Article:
Tonight is the Owl Moon at Stonewylde. Readers of the books will know how the story of Stonewylde pivots on the pagan festivals and full moons (which some call Sabats and Esbats). When researching for the books, I came across many different names for each full moon, for it seems in earlier cultures time was measured by the moon’s cycle (hence the word “month”). Unsure of which names I should use and for fear of perhaps offending some people to whom these things really matter, I decided to make up my own names for some moons and only use the very commonly accepted ones for others.
This is what I used:

THE STONEWYLDE MOON CALENDAR

January – Wolf Moon
February – Ice Moon
March – Storm Moon
April – Growing Moon
May – Hare Moon
June – Mead Moon
July – Hay Moon
August – Corn Moon
September – Harvest Moon
October – Hunter’s Moon
November – Owl Moon
December – Frost Moon

When there are thirteen moons in a year, the second one in the month is called the Blue Moon, and is considered to be very special. The next one will fall apparently on Dec 31st 2009. Tonight is the Owl Moon, and this is one of my favourites. The light outside is clear and silvery, bringing to mind that wonderful poem which inspired the opening line of the first book, Magus of Stonewylde,

“Slowly, silently, now the moon

Walks the night in her silver shoon …”

Whether or not you call yourself a pagan, most people would surely describe the time of the full moon as magical. There’s so much folklore in different cultures about the full moon, and at Stonewylde it’s honoured by all as a time when the women are fertile. This ties in with the concept of the Triple Goddess – the moon as waxing (maiden), full (mother) and waning (crone). So the full moon is seen as a time of ripeness and fecundity, and in older times planting and harvesting best generic brand phentermine were done according to the moon calender.

Nowadays, with the growing interest in more alternative methods of healing and an understanding that maybe our ancestors did know more than we’ve given them credit for in the past century, perhaps it’s time to look at just how the full moon does affect our lives. We know the effect it has on the tides, and given that living things (ourselves included) are composed of so much water, maybe the full moon does make things a little different to other times of the month.

At Stonewylde the hares dance to the full moon, and this phenomenon has actually been documented for real. They also sit transfixed, staring up at the full moon, which I have called being “moongazy”. The first novel opens with the full moon rising over the city and Sylvie going frantic with a strange energy. This is contrasted with the moon rising over Stonewylde, where Yul sits with his back against a monolith and the hares around him, fighting back tears at the bitter injustice of his life. We discover as the story progresses that Sylvie is moongazy, and it’s only when she dances with the hares that she feels at last some relief from the apparent madness that has affected her for so many years. The word “lunacy” is derived from the fact that many people were affected by the full moon, and of course there’s the werewolf folklore too which plays on these fears.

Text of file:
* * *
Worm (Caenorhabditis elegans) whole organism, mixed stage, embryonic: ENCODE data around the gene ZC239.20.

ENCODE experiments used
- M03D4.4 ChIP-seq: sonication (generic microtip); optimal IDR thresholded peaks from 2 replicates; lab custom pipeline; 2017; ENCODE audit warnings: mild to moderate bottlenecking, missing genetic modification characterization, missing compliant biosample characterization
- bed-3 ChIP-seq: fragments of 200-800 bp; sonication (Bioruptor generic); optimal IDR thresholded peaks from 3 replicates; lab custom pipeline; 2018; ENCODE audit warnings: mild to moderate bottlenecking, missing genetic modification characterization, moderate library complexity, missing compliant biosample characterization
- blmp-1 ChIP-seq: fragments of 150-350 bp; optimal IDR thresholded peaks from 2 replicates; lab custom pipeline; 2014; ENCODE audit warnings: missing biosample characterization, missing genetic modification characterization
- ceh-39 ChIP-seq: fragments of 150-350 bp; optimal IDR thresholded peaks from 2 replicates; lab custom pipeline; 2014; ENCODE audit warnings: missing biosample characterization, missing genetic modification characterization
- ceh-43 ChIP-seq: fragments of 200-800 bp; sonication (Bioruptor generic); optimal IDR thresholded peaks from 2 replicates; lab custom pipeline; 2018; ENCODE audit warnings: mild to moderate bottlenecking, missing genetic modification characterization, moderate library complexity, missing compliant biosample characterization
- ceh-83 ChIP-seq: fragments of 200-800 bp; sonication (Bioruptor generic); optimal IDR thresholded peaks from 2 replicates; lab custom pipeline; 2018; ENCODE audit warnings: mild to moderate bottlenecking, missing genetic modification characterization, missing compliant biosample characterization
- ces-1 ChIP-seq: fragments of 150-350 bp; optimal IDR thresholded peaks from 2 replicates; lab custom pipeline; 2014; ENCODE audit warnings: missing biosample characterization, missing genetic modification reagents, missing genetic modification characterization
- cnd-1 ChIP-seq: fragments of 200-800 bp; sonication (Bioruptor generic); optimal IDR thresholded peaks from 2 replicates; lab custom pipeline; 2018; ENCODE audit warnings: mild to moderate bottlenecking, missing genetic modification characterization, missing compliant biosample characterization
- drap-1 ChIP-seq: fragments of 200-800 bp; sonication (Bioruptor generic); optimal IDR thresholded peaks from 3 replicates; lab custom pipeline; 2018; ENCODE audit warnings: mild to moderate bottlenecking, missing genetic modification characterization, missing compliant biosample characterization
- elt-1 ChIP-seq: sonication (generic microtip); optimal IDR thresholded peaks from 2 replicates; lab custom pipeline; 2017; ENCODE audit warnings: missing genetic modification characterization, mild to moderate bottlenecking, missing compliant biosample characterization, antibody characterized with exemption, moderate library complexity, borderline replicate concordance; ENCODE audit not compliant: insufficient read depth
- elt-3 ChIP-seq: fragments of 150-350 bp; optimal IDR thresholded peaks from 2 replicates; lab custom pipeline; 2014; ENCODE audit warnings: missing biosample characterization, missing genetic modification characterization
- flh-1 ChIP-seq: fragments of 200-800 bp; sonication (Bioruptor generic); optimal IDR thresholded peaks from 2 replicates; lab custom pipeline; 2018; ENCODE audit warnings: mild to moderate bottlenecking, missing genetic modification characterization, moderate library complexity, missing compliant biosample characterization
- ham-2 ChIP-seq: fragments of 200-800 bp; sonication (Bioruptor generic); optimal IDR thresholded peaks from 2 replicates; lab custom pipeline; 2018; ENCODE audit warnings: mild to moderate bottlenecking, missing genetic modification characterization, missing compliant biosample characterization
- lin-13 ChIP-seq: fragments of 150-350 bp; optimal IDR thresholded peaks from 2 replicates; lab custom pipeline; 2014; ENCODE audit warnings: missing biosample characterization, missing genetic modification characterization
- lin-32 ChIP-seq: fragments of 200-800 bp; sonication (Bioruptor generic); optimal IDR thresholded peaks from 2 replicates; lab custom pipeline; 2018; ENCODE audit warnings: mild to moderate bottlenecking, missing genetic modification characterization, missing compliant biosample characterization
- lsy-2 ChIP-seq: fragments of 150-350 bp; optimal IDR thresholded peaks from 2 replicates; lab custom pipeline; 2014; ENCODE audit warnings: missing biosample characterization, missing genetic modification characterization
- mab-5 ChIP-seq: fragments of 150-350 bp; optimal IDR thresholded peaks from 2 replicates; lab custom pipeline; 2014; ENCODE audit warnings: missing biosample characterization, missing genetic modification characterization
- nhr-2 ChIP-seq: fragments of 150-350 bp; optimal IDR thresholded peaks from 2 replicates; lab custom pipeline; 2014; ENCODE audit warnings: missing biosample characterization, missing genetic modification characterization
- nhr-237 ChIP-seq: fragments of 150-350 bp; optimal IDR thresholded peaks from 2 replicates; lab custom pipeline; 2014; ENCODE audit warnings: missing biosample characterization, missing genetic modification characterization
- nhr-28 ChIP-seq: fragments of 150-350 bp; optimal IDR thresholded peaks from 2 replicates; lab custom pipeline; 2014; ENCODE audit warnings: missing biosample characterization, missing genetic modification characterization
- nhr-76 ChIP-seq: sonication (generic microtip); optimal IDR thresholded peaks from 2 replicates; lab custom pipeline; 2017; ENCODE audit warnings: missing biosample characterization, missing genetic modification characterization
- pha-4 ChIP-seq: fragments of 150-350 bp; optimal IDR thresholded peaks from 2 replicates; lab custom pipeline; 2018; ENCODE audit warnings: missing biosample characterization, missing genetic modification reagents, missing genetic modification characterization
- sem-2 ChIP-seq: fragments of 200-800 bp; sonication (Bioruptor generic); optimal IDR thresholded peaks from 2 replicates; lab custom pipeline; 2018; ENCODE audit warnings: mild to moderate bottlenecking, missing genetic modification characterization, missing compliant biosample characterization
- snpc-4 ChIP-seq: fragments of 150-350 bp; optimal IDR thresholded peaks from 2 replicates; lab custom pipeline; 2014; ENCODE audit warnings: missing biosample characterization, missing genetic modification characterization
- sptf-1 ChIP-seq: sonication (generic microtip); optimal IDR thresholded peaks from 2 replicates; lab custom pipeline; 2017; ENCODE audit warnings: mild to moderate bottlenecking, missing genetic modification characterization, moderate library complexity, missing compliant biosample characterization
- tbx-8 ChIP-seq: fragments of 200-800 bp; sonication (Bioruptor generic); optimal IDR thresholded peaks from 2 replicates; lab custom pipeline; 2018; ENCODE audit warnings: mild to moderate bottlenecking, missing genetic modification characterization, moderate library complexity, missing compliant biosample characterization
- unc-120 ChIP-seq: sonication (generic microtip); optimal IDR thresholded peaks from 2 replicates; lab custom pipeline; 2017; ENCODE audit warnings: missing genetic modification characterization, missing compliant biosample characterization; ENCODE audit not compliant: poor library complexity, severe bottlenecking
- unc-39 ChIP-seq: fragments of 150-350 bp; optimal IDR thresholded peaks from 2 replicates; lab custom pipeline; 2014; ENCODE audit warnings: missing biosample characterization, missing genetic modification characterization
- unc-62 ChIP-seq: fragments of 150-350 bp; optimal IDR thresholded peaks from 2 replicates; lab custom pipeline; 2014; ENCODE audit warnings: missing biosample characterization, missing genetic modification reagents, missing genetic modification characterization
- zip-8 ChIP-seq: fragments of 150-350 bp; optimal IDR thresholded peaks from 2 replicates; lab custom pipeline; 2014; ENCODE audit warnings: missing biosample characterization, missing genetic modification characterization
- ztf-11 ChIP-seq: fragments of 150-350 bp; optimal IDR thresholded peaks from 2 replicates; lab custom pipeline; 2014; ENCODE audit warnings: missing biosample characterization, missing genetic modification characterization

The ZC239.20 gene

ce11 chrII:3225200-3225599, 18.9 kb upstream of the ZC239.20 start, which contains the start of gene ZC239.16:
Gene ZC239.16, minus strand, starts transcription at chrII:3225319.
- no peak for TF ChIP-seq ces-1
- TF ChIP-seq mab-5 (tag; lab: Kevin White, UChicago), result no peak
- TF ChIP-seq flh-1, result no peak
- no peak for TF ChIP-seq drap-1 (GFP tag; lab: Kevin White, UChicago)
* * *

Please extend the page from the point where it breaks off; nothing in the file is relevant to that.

Over the centuries the demonisation of pagan beliefs and folk customs has resulted in the full moon being associated with witchcraft, spells, bats and broomsticks. But tonight there are people all over the world who’ll be honouring the full moon, perhaps casting a circle and calling on the elemental forces which govern our planet. This is a potent night and everything will be charged by the unseen magic and power that appears every single month. This is the time to meditate, cast a spell or make a wish; the time to harness the power of intent and focus on the month ahead.

I called the November full moon the owl moon in honour of my aunt, to whom the Stonewylde Series is dedicated. I began writing Stonewylde five years ago in November as my aunt, who was in her eighties, was letting go of life. She died on November 29th and never read my books, but she would have loved them. I always called her my owl aunt, and when she died I inherited her collection of owls which now sit in my kitchen and watch unblinking over me. The Owl Moon is for my aunt, and in remembrance of her.

2 Comments

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  1. solsticedreamer 15 years ago

    Oh Kit that is wonderful 🙂
    i am sure your owl aunt is watching over you and knows all about our lovely stonewylde!

  2. Ancestral Celt 15 years ago

    What a wonderful tribute to your aunt, Kit.

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